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How Energy Can Play a Role in City-Building and Urban Revitalization

Recently, I came across this article about city-building. It’s a powerful piece about how the “built environment” of a city integrally relates to the success of that city. The author, Carol Coletta of the Knight Foundation, freely acknowledges that while the built environment is not the end-all, be-all for a city, the built environment nonetheless plays a significant role in a city’s success. Especially in attracting that desirable demographic group of 25-34 year-old professionals.

Built City EnvironmentMs. Coletta identifies the urban core as a prime example of how built environments play that significant role in a city’s success. What does the city center have? It’s walkable. It’s bikeable. It’s mixed use. It’s mixed age. It’s mixed building stock. But in her article, she led off the characteristics of city centers with this word: dense. City centers are dense, and that’s a good thing. In fact, it’s a great thing!

Density concentrates a heterogeneous set of people, which helps income diversity and sets the stage to at least slow or possibly reverse the income gap, according to Ms. Coletta. Density, by its nature, increases interaction amongst people and promotes civic engagement. Ms. Coletta uses Portland as an example of how city leaders fostered civic engagement by promoting urban areas. Portland wildly succeeded in this endeavor to create civic engagement through denser urban areas.

From an energy perspective, urban density provides significant opportunities. One of those opportunities is district energy, which I’ve previously written about here. District energy creates a platform for municipalities to use energy more efficiently, develop an economic development engine and provide a foundation for sustainable development. As an aside, Portland tabbed district energy as a cornerstone strategy to stimulate and revitalize its urban areas.

District energy allows more efficient energy usage – by a significant margin that sometimes yields an 80 percent to 30 percent efficiency ratio. Greater energy efficiency results in less fuel used, which lowers costs. Lower emissions naturally result because the system uses less fuel to create the same energy output.

Municipalities can also use district energy as an economic development engine. By controlling energy delivery, the municipality places itself in a better position when attracting businesses because the municipality controls that energy infrastructure and can coordinate better with those businesses on their energy needs. The municipality might also offer an economic development package that includes energy-related incentives to the courted business. Finally, creating a municipal district energy utility opens the opportunity for the municipality to keep a greater portion of those dollars spent on energy circulating in its local economy.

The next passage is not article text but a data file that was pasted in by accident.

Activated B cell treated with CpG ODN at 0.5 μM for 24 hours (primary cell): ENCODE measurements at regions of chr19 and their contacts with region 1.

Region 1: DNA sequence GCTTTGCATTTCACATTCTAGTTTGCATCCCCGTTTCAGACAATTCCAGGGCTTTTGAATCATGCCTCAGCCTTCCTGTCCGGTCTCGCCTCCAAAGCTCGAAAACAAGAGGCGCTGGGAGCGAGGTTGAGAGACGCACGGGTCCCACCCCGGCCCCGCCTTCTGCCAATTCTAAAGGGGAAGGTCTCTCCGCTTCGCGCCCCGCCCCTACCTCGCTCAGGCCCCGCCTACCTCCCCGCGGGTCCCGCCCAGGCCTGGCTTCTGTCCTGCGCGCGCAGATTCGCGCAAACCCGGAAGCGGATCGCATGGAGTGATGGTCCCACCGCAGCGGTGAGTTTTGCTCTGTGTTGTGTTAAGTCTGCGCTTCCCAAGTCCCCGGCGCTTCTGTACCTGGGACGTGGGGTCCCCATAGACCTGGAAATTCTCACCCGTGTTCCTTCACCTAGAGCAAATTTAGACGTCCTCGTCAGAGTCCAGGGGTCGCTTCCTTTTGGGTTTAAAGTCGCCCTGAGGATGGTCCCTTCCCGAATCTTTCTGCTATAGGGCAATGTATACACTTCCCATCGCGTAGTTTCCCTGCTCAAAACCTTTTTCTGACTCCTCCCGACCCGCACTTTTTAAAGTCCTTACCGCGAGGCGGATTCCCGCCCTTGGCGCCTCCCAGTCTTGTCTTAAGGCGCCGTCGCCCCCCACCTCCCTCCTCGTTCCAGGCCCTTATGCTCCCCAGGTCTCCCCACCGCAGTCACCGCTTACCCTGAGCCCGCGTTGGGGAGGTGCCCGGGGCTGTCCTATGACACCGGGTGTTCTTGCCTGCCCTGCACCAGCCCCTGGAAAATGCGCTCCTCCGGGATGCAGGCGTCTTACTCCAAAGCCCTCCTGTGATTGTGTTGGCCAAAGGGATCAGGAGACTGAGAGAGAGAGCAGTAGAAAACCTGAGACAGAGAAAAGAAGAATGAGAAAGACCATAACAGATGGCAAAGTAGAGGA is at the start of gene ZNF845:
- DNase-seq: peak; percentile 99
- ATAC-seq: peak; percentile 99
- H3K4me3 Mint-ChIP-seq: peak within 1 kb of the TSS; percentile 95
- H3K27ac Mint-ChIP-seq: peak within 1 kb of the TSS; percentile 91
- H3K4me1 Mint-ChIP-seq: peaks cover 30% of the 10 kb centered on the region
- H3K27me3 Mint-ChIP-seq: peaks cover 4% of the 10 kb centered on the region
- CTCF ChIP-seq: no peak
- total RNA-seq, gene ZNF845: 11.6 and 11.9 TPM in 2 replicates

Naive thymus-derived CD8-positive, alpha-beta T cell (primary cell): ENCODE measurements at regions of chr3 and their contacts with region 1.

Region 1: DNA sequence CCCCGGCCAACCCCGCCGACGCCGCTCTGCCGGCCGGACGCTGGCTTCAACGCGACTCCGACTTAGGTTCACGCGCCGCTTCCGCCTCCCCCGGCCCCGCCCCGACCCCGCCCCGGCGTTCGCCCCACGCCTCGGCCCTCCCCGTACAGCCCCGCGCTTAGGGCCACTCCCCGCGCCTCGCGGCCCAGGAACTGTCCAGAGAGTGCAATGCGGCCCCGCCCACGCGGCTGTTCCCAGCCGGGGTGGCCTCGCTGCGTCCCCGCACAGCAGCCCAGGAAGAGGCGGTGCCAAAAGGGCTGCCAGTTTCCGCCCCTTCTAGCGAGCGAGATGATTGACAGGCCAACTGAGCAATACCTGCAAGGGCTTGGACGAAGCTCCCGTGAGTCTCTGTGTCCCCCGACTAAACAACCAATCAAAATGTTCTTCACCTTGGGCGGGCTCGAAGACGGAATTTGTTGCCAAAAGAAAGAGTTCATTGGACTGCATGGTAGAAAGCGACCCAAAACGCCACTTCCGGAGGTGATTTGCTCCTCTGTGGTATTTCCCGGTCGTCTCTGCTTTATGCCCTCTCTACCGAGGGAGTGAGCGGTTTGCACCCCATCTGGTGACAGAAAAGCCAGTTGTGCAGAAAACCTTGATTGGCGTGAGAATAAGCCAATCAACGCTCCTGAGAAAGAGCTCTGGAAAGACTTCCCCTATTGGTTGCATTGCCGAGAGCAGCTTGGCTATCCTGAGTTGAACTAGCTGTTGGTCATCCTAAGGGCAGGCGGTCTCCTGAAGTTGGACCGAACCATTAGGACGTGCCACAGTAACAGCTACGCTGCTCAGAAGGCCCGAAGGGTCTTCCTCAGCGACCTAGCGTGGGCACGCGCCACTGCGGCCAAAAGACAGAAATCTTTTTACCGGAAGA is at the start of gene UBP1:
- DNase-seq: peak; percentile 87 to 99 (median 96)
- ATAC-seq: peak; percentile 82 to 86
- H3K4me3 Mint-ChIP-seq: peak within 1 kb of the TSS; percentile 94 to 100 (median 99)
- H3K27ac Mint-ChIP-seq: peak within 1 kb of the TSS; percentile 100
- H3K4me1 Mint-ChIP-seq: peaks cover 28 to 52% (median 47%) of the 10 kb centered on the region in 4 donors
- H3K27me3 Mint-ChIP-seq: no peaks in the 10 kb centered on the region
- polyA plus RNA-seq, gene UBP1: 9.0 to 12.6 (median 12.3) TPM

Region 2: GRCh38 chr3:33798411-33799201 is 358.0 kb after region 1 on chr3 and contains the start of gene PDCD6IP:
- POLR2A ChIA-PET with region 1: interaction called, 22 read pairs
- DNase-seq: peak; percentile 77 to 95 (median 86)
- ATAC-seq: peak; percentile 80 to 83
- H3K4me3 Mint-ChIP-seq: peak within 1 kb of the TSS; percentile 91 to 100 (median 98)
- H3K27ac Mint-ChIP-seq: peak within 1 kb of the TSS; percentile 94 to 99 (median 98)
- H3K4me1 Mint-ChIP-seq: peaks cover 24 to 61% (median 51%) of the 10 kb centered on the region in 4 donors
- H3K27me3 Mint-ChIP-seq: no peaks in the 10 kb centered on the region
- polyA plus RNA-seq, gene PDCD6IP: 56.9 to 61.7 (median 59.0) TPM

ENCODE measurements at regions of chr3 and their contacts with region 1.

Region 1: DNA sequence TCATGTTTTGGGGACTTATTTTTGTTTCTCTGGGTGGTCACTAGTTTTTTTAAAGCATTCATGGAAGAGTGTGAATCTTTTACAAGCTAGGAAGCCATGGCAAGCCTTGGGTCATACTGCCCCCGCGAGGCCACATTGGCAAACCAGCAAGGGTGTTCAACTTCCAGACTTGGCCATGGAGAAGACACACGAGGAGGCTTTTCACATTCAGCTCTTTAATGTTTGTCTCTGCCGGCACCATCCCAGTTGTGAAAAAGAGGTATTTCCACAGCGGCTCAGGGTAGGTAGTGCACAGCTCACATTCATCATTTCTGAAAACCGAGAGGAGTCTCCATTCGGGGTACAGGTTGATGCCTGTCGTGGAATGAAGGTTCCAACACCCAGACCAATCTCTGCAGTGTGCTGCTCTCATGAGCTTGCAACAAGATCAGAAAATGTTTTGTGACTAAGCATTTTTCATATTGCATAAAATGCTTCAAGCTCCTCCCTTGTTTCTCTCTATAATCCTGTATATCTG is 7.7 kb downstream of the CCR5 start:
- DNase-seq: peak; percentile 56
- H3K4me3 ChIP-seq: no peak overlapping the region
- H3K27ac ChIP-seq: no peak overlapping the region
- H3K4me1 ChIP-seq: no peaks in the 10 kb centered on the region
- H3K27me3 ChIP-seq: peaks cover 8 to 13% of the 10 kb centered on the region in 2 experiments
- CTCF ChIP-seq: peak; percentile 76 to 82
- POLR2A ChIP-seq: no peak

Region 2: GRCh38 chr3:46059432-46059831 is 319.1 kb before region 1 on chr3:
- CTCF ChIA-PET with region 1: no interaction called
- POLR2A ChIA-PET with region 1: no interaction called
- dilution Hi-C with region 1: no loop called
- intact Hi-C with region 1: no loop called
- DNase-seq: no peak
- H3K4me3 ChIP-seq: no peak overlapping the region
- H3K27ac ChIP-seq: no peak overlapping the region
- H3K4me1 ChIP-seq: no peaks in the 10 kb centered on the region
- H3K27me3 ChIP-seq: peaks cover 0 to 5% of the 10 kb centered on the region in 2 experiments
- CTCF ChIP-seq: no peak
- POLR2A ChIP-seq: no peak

Next, municipalities can foster sustainability by creating a district energy utility. District energy systems are more fuel efficient, as mentioned above. Further, district energy systems maintain substantial flexibility in the types of fuel they use. Wind, solar and biomass can all be integrated into a district energy system.

District energy offers many benefits, and I’ve chosen to list only three direct benefits in this post. The promotion of urban areas represents another, indirect benefit of district energy. As Ms. Coletta writes, dense urban cores increasingly constitute the measuring stick for successful cities. By using district energy to promote urban areas and create greater densities, municipalities can provide even reasons for people to live in urban areas and create those opportunities for engagement that have worked so well in Portland.

In short, district energy helps promote city-building and denser urban areas that facilitate municipal goals of greater civic engagement and attracting young professionals, along with the direct energy benefits of increased sustainability, enhanced efficiency, and boosted economic development. Municipal leaders – you need to think about district energy and how to incorporate it into your city-building efforts to facilitate achievement of your municipal goals.

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About this Author

Dave McGimpsey, Lewis and Roca Law Firm, Energy Attorney
Special Counsel

Dave McGimpsey represents utility, energy, government, and private clients in regulatory and transactional matters. His core practice includes representing energy and water/wastewater utilities in regulating proceeding and transactional matters. He has been involved in over 1,700 MW of renewable energy development and has counseled energy clients on a wide spectrum of issues including tariff matters, regulatory proceedings, and other transactional matters. Dave has lead counsel experience in rate, financing, service area certification, asset transfer cases, and other regulatory...